Hundreds greet Aristide on return to troubled Haiti

Supporters of former Haitian President Jean-Bertrand Aristide celebrate as they wait at the airport for his expected arrival from Cuba, where he underwent medical treatment, in Port-au-Prince, Haiti, Friday, July 16, 2021. Aristide's return adds a potentially volatile element to an already tense situation in a country facing a power vacuum following the July 7 assassination of President Jovenel Moïse. (AP Photo/Fernando Llano)
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Associated Press

PORT-AU-PRINCE, Haiti (AP) — Former President Jean-Bertrand Aristide returned to Haiti on Friday after a nearly a month in Cuba, thrilling hundreds of supporters who gathered at the airport at a time of tensions over the recent assassination of the country’s leader.

Aristide, a charismatic yet divisive figure in Haiti who was receiving unspecified medical treatment in Cuba, arrives back in a country simmering with tension over the July 7 assassination of President Jovenel Moïse as new details about the investigation emerged.

Colombian Police Chief Gen. Jorge Luis Vargas on Friday accused a former Haitian government official of ordering ex-Colombian soldiers to kill Moïse. He said Joseph Felix Badio told Colombians Duberney Capador and Germán Rivera that “what they have to do is kill the president of Haiti.”

Vargas said Badio gave that order roughly three days before the assassination during a meeting in Haiti with the two Colombians, who had been in the country since May 10.

Capador was killed in a shootout with Haitian police hours after Moïse was slain. Rivera remains detained in Haiti while police are still searching for Badio, who previously worked for Haiti’s Justice Ministry and then the government’s anti-corruption unit until he was fired in May.

More than 20 suspects accused of direct involvement in the slaying have been arrested, the majority of them former Colombian soldiers. At least three other suspects were killed, and police have said they are still looking for at least seven others.

Colombia’s government has said only a small group of Colombian soldiers knew the true nature of the operation and that the others were duped.

Also on Friday, Police Chief Léon Charles said 24 police officers were standing guard when the president’s house was attacked. He said they have been interrogated and that a fifth high-ranking police official has been placed in isolated detention with four others, although none have been named as suspects.

Interim Prime Minister Claude Joseph said the government will continue to bring those responsible to justice.

“We will continue to pose questions,” he said.

Tickets for most of the former soldiers, at least, were purchased through a Florida-based company, Worldwide Capital Lending Group, Vargas said Friday.

Officials earlier said they had been bought by another Florida company, CTU Security, which allegedly recruited the men.

Worldwide issued a statement Thursday saying it helped provide a loan to CTU, but said it was meant to help finance infrastructure projects sought by Christian Emmanuel Sanon, a Haitian physician and pastor who has been arrested in the plot.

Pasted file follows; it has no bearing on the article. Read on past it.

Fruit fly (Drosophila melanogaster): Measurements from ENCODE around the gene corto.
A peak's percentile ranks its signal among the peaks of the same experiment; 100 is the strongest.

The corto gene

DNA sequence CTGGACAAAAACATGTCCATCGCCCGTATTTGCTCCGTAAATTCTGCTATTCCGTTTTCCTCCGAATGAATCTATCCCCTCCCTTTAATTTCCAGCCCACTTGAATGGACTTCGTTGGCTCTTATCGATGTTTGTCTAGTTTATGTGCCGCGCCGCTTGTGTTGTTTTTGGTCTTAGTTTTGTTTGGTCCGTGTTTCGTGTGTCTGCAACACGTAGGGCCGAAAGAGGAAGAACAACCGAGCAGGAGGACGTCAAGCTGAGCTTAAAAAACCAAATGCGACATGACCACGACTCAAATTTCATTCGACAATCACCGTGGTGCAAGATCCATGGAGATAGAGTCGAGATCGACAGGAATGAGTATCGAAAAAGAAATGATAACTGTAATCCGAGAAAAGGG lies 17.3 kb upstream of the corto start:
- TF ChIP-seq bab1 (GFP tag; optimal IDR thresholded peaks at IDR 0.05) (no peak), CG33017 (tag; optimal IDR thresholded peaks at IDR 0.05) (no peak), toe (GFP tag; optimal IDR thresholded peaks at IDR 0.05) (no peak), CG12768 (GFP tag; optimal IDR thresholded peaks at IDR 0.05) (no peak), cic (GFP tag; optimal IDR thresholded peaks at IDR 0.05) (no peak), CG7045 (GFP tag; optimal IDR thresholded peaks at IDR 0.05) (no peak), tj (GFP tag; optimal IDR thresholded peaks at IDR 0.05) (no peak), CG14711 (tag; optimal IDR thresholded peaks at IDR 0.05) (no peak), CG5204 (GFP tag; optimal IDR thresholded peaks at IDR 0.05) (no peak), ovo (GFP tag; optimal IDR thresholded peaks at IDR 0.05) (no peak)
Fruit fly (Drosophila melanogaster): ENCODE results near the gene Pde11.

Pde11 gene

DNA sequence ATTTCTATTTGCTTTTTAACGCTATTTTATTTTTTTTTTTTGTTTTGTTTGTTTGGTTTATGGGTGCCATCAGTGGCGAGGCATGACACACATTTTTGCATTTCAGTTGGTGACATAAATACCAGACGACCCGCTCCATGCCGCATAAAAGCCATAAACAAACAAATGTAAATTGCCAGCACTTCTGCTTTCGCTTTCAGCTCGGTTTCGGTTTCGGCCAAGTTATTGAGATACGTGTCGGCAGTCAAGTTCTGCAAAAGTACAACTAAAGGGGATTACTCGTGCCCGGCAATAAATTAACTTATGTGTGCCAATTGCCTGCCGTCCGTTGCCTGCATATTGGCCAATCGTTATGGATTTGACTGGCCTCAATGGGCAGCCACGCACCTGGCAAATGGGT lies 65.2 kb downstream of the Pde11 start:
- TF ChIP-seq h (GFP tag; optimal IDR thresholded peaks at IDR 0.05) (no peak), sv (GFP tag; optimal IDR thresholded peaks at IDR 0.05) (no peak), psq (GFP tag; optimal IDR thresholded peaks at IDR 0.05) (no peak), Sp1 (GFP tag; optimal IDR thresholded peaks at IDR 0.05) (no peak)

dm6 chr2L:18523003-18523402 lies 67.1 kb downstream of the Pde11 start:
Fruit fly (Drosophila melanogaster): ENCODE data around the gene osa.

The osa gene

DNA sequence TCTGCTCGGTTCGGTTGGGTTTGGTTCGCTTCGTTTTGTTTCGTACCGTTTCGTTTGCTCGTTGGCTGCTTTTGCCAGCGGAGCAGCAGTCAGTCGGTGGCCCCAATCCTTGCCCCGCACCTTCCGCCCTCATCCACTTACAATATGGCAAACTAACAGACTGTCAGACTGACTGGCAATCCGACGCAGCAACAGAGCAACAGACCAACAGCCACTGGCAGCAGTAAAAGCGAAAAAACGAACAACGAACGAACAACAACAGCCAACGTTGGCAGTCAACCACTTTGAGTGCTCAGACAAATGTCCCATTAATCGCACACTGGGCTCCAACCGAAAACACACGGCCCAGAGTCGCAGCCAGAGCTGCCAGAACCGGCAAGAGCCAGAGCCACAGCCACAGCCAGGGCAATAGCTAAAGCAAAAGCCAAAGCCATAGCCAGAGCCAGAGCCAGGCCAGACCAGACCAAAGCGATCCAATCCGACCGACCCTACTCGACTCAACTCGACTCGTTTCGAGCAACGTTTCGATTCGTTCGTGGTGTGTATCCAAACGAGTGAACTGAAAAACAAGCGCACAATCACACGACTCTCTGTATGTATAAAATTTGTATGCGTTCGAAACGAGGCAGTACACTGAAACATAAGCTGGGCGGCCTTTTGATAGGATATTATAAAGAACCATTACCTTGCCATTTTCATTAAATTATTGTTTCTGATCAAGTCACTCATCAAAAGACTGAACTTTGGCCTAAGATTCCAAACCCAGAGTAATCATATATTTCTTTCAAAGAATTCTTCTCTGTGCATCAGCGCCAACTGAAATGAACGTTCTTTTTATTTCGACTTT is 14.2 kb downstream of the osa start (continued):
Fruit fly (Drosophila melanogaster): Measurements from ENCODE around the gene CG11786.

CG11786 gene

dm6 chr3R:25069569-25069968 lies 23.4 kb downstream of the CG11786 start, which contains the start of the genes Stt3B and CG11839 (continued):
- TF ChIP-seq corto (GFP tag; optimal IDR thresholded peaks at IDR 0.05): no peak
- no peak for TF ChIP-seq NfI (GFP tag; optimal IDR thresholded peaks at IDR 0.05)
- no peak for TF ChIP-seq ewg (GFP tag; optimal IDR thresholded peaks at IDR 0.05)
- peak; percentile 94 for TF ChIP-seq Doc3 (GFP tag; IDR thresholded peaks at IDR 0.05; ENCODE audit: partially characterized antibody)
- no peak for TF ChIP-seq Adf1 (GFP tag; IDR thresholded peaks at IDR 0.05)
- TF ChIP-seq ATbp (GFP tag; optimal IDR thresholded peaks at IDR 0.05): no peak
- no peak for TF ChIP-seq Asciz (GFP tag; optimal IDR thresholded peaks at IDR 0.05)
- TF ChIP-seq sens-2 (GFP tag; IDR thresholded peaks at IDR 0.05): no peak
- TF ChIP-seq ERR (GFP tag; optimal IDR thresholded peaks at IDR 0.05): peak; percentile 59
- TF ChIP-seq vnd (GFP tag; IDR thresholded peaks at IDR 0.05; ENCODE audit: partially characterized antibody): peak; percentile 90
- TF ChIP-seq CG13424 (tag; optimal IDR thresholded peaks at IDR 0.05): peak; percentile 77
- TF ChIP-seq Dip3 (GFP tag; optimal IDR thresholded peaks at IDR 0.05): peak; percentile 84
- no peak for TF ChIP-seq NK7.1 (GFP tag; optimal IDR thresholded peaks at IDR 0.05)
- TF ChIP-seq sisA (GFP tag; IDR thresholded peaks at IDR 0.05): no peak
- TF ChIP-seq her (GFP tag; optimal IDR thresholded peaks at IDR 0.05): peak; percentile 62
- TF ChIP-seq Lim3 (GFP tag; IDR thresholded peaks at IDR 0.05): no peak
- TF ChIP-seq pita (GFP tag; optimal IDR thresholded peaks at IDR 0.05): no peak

“At no time during any meeting or conversation with Dr. Sanon or with any of his representatives was there any mention, discussion or suggestion of an assassination plot against President Moïse or the intention to use force to bring about a change of leadership in Haiti,” the company said.

Meanwhile, throngs of Aristide supporters cheered when they saw the former president arrive. They had arrived a couple of hours before the plane landed, holding pictures of the former priest, some saying, “The king is back!”

Joel Edouard “Pacha” Vorbe, an executive committee member of Aristide’s Fanmi Lavalas party, told The Associated Press that Aristide is in good health, although he didn’t have details about his condition.

“He is completely recovered,” Vorbe said.

Aristide’s return adds a potentially volatile element to an already tense situation in a country facing a power vacuum. Aristide has long been one of Haiti’s most polarizing politicians and is still popular with some groups.

Aristide became a global figure of resistance when, as a slum priest known for fiery oratory, he led a popular movement that ousted the hated dictator Jean-Claude “Baby Doc” Duvalier in 1986.

He was elected president in 1990, forced out in a military coup a year later and restored to power by the U.S. military in 1994 to serve out the remainder of his term. As a champion of the poor and advocate of leftist “liberation theology,” he was deeply hated by members of the elite who worked to unseat him.

Reelected in 2000, he was ousted four years later in a nationwide rebellion led by opponents with ties to the elite and the old Duvalierist regime. Aristide spent seven years in exile in South Africa before returning in 2011 and has largely kept a low profile, except when campaigning for his party’s unsuccessful presidential candidate in 2016.

It wasn’t clear what health conditions prompted Aristide to fly to Cuba. At the time, Moïse said only that Aristide had to seek treatment abroad and that Haiti’s embassy in Cuba would provide any assistance required.

Joseph is currently governing Haiti with the backing of police and military, although he faces growing challenges to his power more than a week after Moïse was killed.

While Haiti’s government has asked for military assistance, U.S. President Joe Biden said Thursday that sending troops was “not on the agenda.” However, he said U.S. Marines would be deployed to boost security at the U.S. Embassy in Haiti.

Mathias Pierre, Haiti’s elections minister, said he believes the door is still open for potential U.S. military assistance, noting that the country is in a “fragile situation” and requires a secure environment to hold elections in upcoming months.